John Morier’s uptempo, positive “Making Every Minute Count” was the immediate follow-up to “Sunday,” but the real stylistic sequel was on the very next 45: Wisner’s arrangement of “Lazy Day” from writers George Fischoff (the Broadway musical Georgy) and Tony Powers (an early collaborator of Ellie Greenwich’s). Fischoff and Powers had written the Top 10 hit “98.6” for Keith, produced by Ross and arranged by Renzetti, in late 1966. The ebullient “Lazy Day,” with its happy, pastoral imagery, captured the zeitgeist of the era, and did almost as well as “98.6.”
The flip of “Lazy Day,” “(It Ain’t Necessarily) Byrd Avenue” introduced the names of Bob Dorough and Stu Scharf to a Spanky and Our Gang single; soon they would take over for producer Ross upon his departure from Mercury. Dorough brought with him a jazz background, and Scharf one in jazz. Both qualities would inform their work with Spanky and Our Gang. The infectious “Byrd Avenue,” also recorded by the Harmony Grass and the Serendipity Singers, married a breezy melody and bossa nova-inspired arrangement to some rather absurdist wordplay; it’s actually a stronger side than some of the tracks chosen as A-sides!
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Spanky and Our Gang became a quintet with the addition of drummer John Seiter, but would undergo further changes when Oz Bach left. He was replaced first by Geoffrey Myers and then by Kenny Hodges. Banjo player Lefty Baker also joined, bolstering the group to a six-piece with additional possibilities for vocal harmonies. As a sextet consisting of McFarlane, Pickering, Hale, Seiter, Hodges and Baker, the Gang released Margo Guryan’s haunting “Sunday Morning” to follow “Lazy Day.” The track shows off their strong fusion of folk, pop and jazz but lacks as strong a hook as its predecessors, perhaps accounting for its failure to build on the success of “Lazy Day.” It was backed with a Malcolm Hale lead vocal on Fred Neil’s “Echoes,” far better known as “Everybody’s Talkin’.” This recording predates Harry Nilsson’s famous 1969 version; Neil had recorded it himself in 1966. There’s an appealing folk-rock-with-strings sound to Spanky’s low-key interpretation even if it doesn’t soar in the manner of Nilsson’s reinvention. One more major hit came next, though, penned by Stu Scharf: “Like to Get to Know You.”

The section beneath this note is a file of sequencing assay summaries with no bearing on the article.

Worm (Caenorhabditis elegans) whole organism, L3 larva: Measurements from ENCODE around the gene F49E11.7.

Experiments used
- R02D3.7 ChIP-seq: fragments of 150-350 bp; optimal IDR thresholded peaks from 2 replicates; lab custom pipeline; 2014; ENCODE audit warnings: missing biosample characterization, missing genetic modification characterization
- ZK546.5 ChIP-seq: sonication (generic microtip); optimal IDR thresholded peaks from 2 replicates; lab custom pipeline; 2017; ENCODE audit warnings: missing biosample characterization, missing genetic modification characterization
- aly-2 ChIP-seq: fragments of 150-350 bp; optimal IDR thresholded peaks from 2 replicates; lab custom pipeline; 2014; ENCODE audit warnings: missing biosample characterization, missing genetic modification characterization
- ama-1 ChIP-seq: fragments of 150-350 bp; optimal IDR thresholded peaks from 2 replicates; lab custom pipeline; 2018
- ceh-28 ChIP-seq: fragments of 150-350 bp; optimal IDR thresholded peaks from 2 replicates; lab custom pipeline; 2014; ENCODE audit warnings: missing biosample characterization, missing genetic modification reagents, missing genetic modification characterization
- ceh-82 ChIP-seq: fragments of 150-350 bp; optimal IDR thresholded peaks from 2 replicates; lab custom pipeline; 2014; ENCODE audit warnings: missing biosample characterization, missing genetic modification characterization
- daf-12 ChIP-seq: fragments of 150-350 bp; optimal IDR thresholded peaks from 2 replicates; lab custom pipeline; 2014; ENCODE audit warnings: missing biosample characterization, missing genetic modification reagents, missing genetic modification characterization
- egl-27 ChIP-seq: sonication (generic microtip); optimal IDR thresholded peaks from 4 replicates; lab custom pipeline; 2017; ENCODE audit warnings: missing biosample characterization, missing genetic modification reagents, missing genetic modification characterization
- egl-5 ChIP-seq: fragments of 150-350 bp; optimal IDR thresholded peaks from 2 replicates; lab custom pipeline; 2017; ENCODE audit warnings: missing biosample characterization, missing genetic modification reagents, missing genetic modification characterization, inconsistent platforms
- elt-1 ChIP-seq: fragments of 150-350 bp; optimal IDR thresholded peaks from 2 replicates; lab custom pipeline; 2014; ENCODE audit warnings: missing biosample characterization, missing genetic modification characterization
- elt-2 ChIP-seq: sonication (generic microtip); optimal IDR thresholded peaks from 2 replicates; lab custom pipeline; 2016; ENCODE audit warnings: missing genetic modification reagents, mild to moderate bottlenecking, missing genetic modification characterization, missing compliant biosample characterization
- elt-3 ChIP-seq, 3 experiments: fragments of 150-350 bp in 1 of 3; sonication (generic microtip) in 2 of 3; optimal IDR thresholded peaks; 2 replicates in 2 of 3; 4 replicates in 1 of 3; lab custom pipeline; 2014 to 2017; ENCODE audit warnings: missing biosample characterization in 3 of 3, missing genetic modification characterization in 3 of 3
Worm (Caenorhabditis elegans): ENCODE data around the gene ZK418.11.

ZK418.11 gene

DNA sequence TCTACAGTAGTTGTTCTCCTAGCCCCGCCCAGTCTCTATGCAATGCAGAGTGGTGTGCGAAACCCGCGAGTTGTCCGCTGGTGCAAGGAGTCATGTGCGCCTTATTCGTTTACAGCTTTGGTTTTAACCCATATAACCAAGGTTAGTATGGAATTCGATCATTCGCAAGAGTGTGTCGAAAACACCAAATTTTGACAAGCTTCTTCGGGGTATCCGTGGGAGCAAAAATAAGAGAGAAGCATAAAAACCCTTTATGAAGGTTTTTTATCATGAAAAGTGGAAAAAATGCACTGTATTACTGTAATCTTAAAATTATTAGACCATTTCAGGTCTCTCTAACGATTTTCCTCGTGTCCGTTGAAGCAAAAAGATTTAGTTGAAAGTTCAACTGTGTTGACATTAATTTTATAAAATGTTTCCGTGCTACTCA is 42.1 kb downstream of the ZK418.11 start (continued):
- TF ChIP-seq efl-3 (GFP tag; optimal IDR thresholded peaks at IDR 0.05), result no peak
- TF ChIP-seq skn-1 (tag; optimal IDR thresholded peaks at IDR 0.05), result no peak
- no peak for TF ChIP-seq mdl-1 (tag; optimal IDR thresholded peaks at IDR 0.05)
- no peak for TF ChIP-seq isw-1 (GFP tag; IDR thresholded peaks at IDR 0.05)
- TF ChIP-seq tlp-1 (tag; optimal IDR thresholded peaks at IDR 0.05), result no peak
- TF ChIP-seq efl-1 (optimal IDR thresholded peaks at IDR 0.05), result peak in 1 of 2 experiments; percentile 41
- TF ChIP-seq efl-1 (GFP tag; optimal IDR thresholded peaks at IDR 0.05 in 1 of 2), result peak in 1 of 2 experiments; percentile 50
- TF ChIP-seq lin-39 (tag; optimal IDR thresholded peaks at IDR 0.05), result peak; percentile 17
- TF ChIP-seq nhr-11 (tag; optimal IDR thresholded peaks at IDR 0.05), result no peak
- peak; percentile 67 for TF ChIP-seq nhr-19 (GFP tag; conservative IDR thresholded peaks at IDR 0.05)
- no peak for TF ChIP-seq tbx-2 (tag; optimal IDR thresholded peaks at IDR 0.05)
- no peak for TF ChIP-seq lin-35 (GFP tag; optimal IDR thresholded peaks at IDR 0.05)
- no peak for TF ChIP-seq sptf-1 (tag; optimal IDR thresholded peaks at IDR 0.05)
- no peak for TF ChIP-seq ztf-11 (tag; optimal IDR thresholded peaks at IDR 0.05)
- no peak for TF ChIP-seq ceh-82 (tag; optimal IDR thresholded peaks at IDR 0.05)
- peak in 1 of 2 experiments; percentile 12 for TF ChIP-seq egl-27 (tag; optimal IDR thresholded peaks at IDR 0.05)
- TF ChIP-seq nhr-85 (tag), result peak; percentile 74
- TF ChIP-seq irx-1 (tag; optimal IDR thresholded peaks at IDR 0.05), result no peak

Soft and gentle as a breeze, “Like to Get to Know You” might have been Spanky and Our Gang’s most sophisticated, and most unexpected, hit single yet. The delicate beauty of Scharf’s melody and the striking vocal arrangement (with all of the group members sharing the lead) buoyed “Like to Get to Know You” to a No. 17 peak. As Spanky and Our Gang’s Top 20 hits dried up at about the halfway mark of this new compilation, much of the rest of The Complete Mercury Singles could well be described as “hidden treasures.”